Four years after his breakthrough, Max Graef returns to Tartelet Records with his second solo album. A dungeon dub symphony in four parts, "Lo Siento Mucho Pero No Hablo Tu Idioma" is an album's album. Brimming with new and old guests, interludes and bonus skits, it's a consummate sketchbook of Graef’s most unique music to date. 'Every bit of music or work represents the mood and skills of a certain period,' he says.

Where Graef's critically acclaimed debut LP "Rivers of the Red Planet" began an adventure away from the dancefloor, "No Hablo" wormholes into totally lateral territory. Not interested in repeating old tricks, No Hablo sees Graef on a playful joyride through a whole new crate of influences. Echoes of Japanese video game music bubble through the Zelda-channeling “Master Quest” and dreamy bonus level “Midi Break 1.” “Midi Lisa” and “Intershop” roll out mutant digi-reggae, while “Rush” and “Level Zero” dig deeper into bass and juke. The album also premieres music with Chrissley Benz, a Kazakhstani singer.

As Graef explains: 'No Hablo is a lot more intuitive with a lot less editing, raw arrangements, filled with experiments of strange instrumentation and rooms. I worked on it in a very unmusical way.' But the record isn't a universe apart from his previous output. Throwbacks to the tape-deck world of g-funk and 80s boogie are still present, as well as a few psychedelic jazz cuts. The record also sees the return of Graef's father and guitarist, Gerry Franke, plus long-time collaborators Funkycan and Ludwig.

A record of 20 tracks, it covers many bases. It's your favourite PPU cassette via Ocarina of Time and out through a progressive garage jam, all stitched together in the BBC Radiophonic Workshop. Somehow it all makes perfect sense and reaffirms Graef's natural-born ear for killer hooks and unique melodies. The album's title – "Lo Siento Mucho Pero No Hablo Tu Idioma" – is an elegant and simultaneously ironic way of apologising for not speaking one's language in Spanish. It's a fitting metaphor that speaks to Max's ability to skip effortlessly between musical dialects with style and grace. This album proves it more than ever.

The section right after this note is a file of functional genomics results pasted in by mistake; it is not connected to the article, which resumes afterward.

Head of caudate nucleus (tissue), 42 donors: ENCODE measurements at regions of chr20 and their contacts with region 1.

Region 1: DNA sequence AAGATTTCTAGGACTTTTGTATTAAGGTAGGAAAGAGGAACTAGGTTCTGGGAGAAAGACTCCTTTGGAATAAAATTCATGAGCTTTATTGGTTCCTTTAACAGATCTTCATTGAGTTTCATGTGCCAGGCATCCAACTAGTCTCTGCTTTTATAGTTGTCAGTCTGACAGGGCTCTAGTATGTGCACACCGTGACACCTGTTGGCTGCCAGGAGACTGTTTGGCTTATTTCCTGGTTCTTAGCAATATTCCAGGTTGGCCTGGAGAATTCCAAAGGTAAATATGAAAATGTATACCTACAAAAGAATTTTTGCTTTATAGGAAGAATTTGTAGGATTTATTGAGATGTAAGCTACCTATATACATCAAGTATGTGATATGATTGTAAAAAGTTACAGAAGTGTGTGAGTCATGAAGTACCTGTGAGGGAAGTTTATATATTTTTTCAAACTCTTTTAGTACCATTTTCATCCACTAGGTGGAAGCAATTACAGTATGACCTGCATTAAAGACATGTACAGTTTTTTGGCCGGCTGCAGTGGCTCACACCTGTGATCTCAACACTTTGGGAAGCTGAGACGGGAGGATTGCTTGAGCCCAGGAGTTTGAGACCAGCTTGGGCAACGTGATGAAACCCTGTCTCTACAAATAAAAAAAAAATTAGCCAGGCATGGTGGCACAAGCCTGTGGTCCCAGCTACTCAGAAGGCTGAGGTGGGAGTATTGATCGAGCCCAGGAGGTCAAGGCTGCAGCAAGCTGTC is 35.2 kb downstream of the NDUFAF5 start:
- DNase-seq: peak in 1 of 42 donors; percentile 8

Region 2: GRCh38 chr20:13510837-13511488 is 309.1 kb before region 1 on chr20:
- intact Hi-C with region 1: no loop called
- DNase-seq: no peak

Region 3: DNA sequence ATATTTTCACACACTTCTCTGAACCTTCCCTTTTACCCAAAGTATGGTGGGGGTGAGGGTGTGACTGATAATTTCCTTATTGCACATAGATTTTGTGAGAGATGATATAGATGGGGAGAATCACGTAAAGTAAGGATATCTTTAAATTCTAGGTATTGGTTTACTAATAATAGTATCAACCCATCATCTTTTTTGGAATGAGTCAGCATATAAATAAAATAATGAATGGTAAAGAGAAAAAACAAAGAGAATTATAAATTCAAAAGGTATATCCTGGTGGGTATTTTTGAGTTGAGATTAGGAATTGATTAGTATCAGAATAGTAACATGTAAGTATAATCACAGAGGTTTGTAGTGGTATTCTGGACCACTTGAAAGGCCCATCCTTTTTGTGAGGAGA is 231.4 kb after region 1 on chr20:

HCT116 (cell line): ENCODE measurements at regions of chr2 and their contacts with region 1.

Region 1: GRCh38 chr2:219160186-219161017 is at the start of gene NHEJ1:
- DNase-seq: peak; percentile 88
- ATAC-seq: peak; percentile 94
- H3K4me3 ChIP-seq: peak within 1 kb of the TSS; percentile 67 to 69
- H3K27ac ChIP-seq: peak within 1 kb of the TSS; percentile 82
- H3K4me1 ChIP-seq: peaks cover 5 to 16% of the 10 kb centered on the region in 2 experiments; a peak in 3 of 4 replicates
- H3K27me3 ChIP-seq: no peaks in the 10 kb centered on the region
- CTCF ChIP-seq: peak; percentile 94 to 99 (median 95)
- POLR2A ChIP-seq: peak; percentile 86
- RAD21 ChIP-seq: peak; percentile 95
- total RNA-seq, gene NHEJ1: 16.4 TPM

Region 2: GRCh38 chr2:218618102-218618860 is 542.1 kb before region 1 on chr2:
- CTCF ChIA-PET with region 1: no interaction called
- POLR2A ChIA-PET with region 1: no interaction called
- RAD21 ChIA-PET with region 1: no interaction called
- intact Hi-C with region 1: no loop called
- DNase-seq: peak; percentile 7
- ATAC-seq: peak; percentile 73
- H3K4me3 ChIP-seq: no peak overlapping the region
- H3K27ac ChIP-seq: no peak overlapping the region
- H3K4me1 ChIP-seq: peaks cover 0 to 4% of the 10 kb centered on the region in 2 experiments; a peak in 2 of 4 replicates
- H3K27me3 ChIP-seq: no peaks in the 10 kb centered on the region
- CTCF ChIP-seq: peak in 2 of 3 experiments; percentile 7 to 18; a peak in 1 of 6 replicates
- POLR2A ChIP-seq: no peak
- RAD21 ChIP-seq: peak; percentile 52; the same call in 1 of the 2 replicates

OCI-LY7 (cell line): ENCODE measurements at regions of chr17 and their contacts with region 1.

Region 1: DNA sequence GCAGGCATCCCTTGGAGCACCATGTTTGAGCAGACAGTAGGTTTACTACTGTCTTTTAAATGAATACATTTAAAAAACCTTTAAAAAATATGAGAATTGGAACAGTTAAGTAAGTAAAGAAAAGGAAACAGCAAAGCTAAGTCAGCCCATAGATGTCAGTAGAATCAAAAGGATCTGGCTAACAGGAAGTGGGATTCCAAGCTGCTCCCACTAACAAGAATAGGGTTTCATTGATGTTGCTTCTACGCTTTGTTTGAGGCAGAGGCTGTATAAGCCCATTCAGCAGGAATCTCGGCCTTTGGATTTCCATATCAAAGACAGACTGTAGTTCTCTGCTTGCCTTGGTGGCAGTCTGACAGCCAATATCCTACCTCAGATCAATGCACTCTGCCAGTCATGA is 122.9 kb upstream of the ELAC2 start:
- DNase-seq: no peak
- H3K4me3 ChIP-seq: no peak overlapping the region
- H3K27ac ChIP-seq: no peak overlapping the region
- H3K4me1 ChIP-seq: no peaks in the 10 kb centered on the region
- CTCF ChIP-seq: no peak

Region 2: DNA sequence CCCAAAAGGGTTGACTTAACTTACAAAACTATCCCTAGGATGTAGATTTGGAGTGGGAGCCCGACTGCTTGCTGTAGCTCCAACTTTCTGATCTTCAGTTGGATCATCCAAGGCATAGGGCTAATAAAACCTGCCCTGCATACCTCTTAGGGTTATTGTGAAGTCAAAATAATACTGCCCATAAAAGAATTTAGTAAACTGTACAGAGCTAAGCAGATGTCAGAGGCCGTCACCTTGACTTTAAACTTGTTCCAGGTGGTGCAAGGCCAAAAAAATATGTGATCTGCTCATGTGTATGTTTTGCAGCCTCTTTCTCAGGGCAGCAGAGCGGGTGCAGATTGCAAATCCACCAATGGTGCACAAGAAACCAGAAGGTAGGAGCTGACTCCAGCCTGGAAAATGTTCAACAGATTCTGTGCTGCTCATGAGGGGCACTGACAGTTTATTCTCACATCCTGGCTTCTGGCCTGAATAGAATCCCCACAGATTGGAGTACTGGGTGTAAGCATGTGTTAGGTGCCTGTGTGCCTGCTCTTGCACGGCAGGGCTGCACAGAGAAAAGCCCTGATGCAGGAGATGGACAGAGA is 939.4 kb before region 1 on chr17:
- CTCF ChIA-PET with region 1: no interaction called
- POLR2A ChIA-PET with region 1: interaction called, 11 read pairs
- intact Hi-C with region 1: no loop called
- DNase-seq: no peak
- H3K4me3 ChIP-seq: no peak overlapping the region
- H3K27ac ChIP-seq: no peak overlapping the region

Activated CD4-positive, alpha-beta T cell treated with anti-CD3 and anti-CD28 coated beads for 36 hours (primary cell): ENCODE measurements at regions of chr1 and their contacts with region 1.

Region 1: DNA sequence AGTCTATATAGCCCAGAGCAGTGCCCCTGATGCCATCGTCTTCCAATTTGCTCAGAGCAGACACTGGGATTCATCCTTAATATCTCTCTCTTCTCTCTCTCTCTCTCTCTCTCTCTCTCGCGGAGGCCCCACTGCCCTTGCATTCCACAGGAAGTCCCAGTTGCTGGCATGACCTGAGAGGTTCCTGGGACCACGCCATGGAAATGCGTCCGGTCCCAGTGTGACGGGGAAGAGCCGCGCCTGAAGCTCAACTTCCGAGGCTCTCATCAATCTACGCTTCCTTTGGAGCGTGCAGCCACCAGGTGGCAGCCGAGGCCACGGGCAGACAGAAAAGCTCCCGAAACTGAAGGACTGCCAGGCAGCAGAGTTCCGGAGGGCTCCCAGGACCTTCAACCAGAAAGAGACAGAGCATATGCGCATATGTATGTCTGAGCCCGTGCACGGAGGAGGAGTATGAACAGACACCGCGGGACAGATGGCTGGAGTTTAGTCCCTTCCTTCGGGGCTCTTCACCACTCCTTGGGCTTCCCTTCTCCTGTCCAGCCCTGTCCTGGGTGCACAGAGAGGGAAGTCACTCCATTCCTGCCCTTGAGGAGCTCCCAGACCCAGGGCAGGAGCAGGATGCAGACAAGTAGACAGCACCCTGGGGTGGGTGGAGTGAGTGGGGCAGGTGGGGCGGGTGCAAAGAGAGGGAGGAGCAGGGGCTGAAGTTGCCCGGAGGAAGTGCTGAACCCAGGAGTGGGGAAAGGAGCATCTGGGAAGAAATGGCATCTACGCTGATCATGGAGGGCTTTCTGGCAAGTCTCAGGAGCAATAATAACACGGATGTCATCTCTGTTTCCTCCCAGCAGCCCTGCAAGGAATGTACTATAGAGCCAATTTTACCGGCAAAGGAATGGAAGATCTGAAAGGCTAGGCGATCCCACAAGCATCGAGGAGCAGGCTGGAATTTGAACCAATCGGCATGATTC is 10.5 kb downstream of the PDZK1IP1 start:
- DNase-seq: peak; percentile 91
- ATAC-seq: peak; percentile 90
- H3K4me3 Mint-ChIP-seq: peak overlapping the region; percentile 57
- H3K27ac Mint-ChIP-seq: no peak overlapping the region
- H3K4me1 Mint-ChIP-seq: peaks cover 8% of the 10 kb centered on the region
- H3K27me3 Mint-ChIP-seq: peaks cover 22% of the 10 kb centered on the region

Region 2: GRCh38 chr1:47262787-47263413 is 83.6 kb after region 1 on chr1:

Scorchio! Tartelet continue their hot streak with a frog-licking five tracker from Nu Guinea that's sure to lure you out of your gourd. The bizarre tribal rituals start immediately with the island-hopping afro cosmic swirl of "Bourgainvilles Live", a heady brew of clattering percussion, loose acid lines and wonky funk keys. As we canter into the first of two mixes of "Nu World" whatever mystic brew we've been supping kicks in big style and we find ourselves cartwheeling freely to a funk filled peaktime stomper. A brainfizzing fusion of the astral jazz-funk of Mandre, the sweltering house of Don Carlos and the nu-funk stylings of the Box Aus Holz crew, this vocal beauty should lift the dancefloor to cruising altitude. The flute mix scales things back a touch, stripping the groove down a little, ditching the vocals and pushing the organic tones of marimba and flute straight to the fore in a manner reminiscent of the Far East Recordings ouvre. The B2 boasts a delicious peculiarity which will undoubtedly please the boogie and disco brigade. "Exotica Dance Club" wobbles out the speakers like a lost collaboration between Herbie Hancock and Sakamoto, played and recorded by Sly and Robbie at Compass Point with Morgan Geist at the controls. Oh, and it has a very similar bassline to Syclops' "Where's Jason's K?" - pretty, pretty good. "Outro" cleanses the palate with an array of queasy synthlines and overpowering distortion, hinting at the ayahuaska hangover you're about to endure. Is it me or are these releases getting better?

B From E (Frej Garcia Levin) represents a new generation of talented young artists making waves in Copenhagen. Of Mexican-Danish descent, and born and raised in the notorious tower blocks of the south-western suburbs of Copenhagen, the 27-year old is on the rise and in high demand as the founder of boom bap rap group NATKAT, producer of pop outfit Ny Sensei (New Sensei) and head of tape-only label Buddahood. The multi-talent seems to have a hand in everything at the moment. His 2017 debut "Porno TR-XXX"(C.U.P) saw some of the hottest names in the game spinning B From E at last year’s Dekmantel festival, resulting in offers from several well-known record labels.

His new record on Tartelet Records comes as four cuts exploring different paths of the garage house sound. The opener "Dark Energy" is fueled by filthy breaks and a nostalgic theme that would not be out of place in an early Atari computer game. "The People (Dream Mix)" is a trippy tour through subtle layered melodies, carried by a stripped-back groove.

On the B-side you will find "Positive Sister (2605 Tool)": a chunky cut with a serious bassline. Saving a beast for last, "You Will See", rounds off the record in style with phat AF compression really kicking this one out the stacks. A feel good party starter with plenty of umph that is sure to get plenty of spins this summer. TIP!